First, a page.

Georgia Charter Schools Association
bg_main_top

Will Clayton County Embrace Chartering?

  By Elisa A. Falco, Director of Education & Training, GCSA
 

As a former Clayton County Public Schools teacher, I know first hand the struggles facing this urban district.  While charter schools are not the only answer to the challenges facing Clayton County, they should be considered a key strategic component of moving the district to academic excellence. 
 
Last November, Clayton County citizens voted 71% in favor of Amendment One — the highest in the state of Georgia. On the surface, the depth of support for the constitutional amendment reveals that families in Clayton County want school choice.  On a deeper level, though, it echoes the demand witnessed all around the state for quality charter schools that address achievement, equity and innovation. 
 
Currently, GCSA is working with two high capacity founding groups who will submit charter applications to Clayton County Public Schools this spring.  Utopian Academy for the Arts will focus on single gender instruction and will be an all-boys school serving middle grades.  Additional innovative features include the Expeditionary Learning Curriculum Framework as well as classes in the performing, visual, culinary, and media arts.  Artesius Miller who leads the Utopian founding board, is a recent graduate of Columbia’s Teachers College Masters program, who is committed to improving options for students in Clayton County.
 
A second group, led by the 2011 Milken Educator Award winner for Georgia, Shekema Silveri, plans to open the Silveri Service Learning Academy Charter School in fall of 2014.  The school will serve students in grades six through twelve and will focus on critical literacy, culturally responsive pedagogy and service learning.  In addition to these key innovations, the school will emphasize careers in teaching and provide opportunities for students to gain pedagogical experience.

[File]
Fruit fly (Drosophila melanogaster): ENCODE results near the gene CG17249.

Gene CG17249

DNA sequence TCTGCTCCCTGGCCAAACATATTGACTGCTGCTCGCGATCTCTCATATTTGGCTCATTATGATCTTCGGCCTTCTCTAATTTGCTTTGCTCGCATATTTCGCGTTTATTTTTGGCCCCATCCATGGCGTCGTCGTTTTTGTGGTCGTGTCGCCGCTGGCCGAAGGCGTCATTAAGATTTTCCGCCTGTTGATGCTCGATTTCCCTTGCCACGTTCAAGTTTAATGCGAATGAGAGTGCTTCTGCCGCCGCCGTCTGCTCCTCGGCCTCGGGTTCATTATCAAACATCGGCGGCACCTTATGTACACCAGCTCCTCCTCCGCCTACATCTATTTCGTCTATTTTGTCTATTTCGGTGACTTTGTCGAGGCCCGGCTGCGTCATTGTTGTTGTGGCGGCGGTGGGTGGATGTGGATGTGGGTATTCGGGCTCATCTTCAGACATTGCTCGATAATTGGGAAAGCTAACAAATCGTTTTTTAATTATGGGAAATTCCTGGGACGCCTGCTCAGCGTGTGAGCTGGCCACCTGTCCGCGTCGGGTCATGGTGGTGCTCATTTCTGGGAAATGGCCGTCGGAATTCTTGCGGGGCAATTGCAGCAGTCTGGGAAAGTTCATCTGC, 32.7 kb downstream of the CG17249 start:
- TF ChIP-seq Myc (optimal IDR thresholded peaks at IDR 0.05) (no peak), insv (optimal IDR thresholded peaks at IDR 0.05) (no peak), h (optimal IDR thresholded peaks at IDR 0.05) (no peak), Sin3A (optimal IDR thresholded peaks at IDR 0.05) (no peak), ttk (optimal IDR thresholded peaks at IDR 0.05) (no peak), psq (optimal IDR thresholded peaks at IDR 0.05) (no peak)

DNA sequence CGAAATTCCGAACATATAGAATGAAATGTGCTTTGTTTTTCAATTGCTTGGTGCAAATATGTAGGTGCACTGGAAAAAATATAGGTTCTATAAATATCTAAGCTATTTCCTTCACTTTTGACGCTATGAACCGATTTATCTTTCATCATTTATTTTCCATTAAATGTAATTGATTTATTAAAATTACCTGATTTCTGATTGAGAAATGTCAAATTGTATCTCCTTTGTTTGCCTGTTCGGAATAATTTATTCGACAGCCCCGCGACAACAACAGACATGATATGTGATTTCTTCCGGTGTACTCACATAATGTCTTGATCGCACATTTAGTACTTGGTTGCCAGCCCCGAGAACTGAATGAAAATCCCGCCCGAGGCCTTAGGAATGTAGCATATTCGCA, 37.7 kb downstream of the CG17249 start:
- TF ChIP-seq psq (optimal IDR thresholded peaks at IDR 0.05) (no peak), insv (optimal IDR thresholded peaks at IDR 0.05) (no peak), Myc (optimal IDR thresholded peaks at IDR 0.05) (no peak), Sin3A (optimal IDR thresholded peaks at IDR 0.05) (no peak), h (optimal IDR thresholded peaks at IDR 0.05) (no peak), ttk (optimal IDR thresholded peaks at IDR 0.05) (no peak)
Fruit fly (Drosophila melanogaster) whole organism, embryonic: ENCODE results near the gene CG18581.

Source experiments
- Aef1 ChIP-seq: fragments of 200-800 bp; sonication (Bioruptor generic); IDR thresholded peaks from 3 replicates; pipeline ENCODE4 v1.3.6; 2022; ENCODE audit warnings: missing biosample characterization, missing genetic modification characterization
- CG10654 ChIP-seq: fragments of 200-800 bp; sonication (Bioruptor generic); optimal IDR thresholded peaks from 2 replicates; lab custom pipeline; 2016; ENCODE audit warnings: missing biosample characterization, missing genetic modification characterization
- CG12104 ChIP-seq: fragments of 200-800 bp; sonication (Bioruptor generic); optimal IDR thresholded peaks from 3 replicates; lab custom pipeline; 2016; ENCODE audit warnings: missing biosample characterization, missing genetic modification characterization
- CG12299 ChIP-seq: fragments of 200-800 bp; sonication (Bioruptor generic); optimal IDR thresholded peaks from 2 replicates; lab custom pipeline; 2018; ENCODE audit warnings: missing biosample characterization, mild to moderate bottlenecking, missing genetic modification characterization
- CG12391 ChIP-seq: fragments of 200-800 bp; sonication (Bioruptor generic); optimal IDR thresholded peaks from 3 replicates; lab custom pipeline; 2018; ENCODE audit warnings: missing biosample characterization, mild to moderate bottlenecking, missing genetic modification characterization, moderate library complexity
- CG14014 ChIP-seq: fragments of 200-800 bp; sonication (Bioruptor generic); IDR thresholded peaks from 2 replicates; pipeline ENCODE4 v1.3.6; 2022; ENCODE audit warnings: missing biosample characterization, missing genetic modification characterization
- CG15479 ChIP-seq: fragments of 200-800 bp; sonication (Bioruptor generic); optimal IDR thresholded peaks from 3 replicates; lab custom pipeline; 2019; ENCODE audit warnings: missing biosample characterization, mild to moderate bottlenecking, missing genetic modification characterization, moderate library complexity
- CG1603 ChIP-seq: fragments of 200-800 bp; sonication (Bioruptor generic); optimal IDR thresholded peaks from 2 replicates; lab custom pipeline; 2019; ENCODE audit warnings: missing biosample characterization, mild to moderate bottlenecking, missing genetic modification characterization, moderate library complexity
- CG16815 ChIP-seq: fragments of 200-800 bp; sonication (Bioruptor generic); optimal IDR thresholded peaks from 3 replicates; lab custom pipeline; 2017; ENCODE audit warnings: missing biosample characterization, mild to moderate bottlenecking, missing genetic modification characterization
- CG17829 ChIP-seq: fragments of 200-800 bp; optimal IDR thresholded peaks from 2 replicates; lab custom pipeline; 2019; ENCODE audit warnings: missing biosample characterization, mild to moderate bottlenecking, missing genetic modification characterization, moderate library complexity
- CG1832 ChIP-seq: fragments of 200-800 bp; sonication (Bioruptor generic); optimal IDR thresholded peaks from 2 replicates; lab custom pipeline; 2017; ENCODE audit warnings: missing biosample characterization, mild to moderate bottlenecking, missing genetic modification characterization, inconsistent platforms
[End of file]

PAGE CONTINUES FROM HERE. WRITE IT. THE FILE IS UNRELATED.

Both schools show great promise for students in Clayton County and both founding groups are dedicated to partnering with the local school board to make these innovative schools a reality. 
 
As promising as these schools are, they will not be locally authorized without an increased understanding, at the school board level, of how charters can be a solution to tactical challenges the district continues to face.  That is why I was so pleased when Charlton Bivins, a Clayton School Board member, attended our Charter Development 101 workshop, to gain a better understanding about charter school authorization.
 
Change cannot happen fast enough to satisfy a reformer like myself, but recent events clearly demonstrate that the charter landscape in Clayton County is improving.  I am hopeful that Clayton County families will soon get what they voted for: high quality charter schools.

 

 
bg_main_top